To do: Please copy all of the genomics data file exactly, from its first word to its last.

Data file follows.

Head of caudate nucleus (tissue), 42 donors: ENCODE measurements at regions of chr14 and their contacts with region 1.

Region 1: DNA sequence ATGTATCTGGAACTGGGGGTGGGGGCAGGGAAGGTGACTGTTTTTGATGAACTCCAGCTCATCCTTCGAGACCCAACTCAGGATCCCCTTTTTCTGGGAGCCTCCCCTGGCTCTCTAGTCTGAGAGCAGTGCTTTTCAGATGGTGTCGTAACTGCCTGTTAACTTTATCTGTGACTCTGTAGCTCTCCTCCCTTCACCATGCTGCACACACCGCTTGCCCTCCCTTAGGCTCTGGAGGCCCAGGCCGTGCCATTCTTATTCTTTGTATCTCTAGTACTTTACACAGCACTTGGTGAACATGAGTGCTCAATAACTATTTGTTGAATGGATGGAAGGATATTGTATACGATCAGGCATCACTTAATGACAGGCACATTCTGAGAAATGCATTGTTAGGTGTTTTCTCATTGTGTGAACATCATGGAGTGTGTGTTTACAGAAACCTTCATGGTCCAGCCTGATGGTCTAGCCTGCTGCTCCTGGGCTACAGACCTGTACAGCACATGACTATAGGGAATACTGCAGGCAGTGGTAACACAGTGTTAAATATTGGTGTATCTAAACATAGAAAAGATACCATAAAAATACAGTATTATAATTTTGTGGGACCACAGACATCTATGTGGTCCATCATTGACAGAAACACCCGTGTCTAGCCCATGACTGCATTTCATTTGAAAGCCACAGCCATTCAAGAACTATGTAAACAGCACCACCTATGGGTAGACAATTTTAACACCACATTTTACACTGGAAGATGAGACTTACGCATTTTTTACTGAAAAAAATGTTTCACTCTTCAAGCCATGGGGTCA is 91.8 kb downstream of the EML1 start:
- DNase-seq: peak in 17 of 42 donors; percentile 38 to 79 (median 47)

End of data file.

Head of caudate nucleus (tissue), 42 donors: ENCODE measurements at regions of chr14 and their contacts with region 1.

Region 1: DNA sequence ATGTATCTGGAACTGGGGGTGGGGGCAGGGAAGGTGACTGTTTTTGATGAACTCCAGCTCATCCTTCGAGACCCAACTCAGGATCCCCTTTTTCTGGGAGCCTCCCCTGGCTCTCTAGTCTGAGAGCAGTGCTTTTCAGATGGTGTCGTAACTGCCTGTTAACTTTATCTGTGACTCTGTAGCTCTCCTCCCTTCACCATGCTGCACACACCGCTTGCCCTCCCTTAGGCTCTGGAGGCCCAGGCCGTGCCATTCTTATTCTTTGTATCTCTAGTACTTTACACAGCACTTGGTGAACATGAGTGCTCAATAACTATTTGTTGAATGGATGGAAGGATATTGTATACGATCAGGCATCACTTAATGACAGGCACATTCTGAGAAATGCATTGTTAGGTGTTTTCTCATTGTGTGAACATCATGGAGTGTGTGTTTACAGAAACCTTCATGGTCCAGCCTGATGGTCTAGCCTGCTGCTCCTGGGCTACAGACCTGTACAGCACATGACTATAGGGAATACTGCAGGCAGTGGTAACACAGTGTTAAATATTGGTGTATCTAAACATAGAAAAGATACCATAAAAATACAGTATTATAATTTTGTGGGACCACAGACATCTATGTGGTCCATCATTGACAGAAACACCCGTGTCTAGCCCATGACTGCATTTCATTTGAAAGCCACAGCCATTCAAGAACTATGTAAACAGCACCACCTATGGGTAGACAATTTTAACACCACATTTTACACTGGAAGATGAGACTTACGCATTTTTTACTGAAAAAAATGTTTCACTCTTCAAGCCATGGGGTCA is 91.8 kb downstream of the EML1 start:
- DNase-seq: peak in 17 of 42 donors; percentile 38 to 79 (median 47)